HARARE, Zimbabwe (CNN) -- The man who would be Zimbabwe's prime minister under a power-sharing pact said Friday his party will withdraw from efforts to implement the unity government unless 42 abducted members of his party are freed by New Year's Day.
Opposition leader Morgan Tsvangirai speaks Friday in Botswana, which has given him political refuge.
The threat comes as President Mugabe apologized to Zimbabweans for the economic crisis that led Zimbabwe's central bank on Friday to introduce a $10 billion note worth less than $20 in U.S. currency.
Opposition leader Morgan Tsvangirai said Mugabe and his ZANU-PF party have "willfully and repeatedly broken the letter and the spirit" of the agreement signed in September, while his Movement for Democratic Change, or MDC, party has "shown patience, political maturity and willingness to make significant concessions."
"The regime is conducting a deliberate and targeted national terror campaign to undermine the MDC's support within Zimbabwe and the work of the pro-democracy and human rights organizations," Tsvangirai said in a speech delivered Friday in Gaborone, Botswana. Watch a report on Zimbabwe's political crisis »
Tsvangirai said unless the kidnappings end and all 42 abductees are either released or brought to court to face formal charges by January 1, he would ask his party's national council to suspend all talks and contact with ZANU-PF. Watch Mugabe's defiance at calls for him to step down »
"The MDC can no longer sit at the same negotiating table with a party that is abducting our members and other innocent civilians and refusing to produce any of them before a court of law," he said.
Mugabe, in a speech to his party Thursday, apologized for the problems faced by Zimbabweans, but he insisted his ailing nation has turned a corner in its fight against its worst humanitarian crisis, according to the state-owned Herald newspaper.
Shortages of most essentials such as electricity, fuel, medicine and food have become common in Zimbabwe. These problems have forced many people to flee the country. Watch as Zimbabweans wait in long lines seeking asylum »
The Herald quoted Mugabe as saying he was optimistic that he would make efforts to resuscitate the power-sharing deal he signed with Tsvangirai in September.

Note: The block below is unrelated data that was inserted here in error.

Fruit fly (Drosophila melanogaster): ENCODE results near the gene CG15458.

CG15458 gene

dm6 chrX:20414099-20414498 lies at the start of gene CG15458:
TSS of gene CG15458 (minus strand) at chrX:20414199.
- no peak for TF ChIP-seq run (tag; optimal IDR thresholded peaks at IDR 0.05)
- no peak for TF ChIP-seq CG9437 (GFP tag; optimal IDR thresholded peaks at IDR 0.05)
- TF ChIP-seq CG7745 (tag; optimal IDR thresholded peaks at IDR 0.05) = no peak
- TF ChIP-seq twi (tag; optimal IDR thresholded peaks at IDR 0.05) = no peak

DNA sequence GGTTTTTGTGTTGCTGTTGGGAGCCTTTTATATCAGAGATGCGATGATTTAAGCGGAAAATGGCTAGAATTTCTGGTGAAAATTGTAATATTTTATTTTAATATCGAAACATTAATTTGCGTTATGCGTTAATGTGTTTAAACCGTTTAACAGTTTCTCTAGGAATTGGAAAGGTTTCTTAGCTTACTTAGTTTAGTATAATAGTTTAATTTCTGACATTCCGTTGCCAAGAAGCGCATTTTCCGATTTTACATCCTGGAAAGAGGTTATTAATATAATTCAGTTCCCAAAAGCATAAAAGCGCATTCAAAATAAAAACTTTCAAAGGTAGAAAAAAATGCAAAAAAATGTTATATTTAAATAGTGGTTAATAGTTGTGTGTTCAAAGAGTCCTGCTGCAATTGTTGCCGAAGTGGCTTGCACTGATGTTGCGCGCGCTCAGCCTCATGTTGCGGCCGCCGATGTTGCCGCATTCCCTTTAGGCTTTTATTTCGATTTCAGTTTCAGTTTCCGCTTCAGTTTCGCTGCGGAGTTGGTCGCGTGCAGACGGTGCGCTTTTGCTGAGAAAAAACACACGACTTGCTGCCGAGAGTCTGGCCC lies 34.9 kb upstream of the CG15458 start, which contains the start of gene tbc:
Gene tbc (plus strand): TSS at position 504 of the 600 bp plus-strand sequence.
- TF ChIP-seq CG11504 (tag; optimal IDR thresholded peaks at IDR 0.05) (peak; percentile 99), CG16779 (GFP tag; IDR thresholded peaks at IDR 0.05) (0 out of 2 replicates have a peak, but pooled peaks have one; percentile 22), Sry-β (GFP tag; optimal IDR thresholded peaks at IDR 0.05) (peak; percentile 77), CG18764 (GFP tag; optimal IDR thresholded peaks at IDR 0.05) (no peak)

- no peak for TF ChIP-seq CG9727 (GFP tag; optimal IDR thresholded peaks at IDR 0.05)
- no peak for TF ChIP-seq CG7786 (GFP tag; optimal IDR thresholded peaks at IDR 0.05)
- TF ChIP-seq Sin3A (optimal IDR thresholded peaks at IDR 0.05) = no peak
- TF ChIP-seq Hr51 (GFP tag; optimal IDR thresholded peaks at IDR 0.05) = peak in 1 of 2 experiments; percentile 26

"We will be inviting the two leaders -- Mr. Morgan Tsvangirai and Professor Arthur Mutambara -- to come and discuss the way forward," Mugabe said.
The deal is yet to take effect as Tsvangirai blames Mugabe for grabbing all key ministries such as home affairs, local government, finance, home affairs, information and defense.
The power-sharing deal signed three months ago stipulated that ZANU-PF would have 15 ministers in the council and the MDC would have 13. Mutambara's MDC splinter group would have three.
Once one of Africa's most promising economies, Zimbabwe is reeling under its worst humanitarian and economic crisis. A cholera outbreak has killed more than 1,000 Zimbabweans since August, forcing hundreds to cross the border into South Africa and Botswana to seek treatment.
The United Nations said 5 million people are in need of food aid in a nation that once exported food to its neighbors.
British Prime Minister Gordon Brown on Friday called the situation in the cholera-stricken country a tragedy and urged African leaders to help get humanitarian aid into the Zimbabwe.
Brown said the "antiquated methods" that Zimbabwe uses to treat the outbreak won't bring an end to the suffering.
"We are dealing with the failure of a regime with no proper sewage and water systems, no proper health care systems," Brown said at his monthly news conference. "We've got hospitals that are lying empty when they could be serving the people of Zimbabwe."
Brown also lamented the failure of the U.N. Security Council to pass a resolution that would have imposed sanctions on Mugabe and members of his government. China and Russia vetoed the resolution.
"Global problems need global answers and global means of acting," Brown said, "and if the world is not prepared for many of the events that have happened to it, it is because we have institutions that were created in the 1940s that are not fit for the task in 2008."
Mugabe said Western nations and neighboring Botswana were against the formation of an inclusive government in Zimbabwe.
Botswana, which shares a border with Zimbabwe, has given Tsvangirai refuge from the political turmoil in recent weeks.
"Botswana is making some stupid noises. They are just hollow noises to assure the MDC that the Botswana government supports it and also in response to Britain and America that Botswana is a good mouthpiece of the white men," Mugabe said.
On cholera, Mugabe said the country was failing to import adequate water-treating chemicals because of sanctions imposed by the West.
Zimbabwe banks opened Friday with a new $10 billion note to give out to people who camped out overnight at their doors to make withdrawals. While it sounds like a lot of money, the new note is expected to buy just 20 loaves of bread. Its release comes a week after Zimbabwe issued a $500 million note to ease a cash shortage.
Reserve Bank of Zimbabwe Gov. Gideon Gono said the $10 billion note was being introduced for the "convenience of the public ahead of the festive season."
The U.S. dollar traded Thursday for about 600 million Zimbabwe dollars, but the hyperinflation is expected to continue.
The country has slashed zeros from the amount of its worthless currency over the past two years -- the latest being 10 zeros in August.
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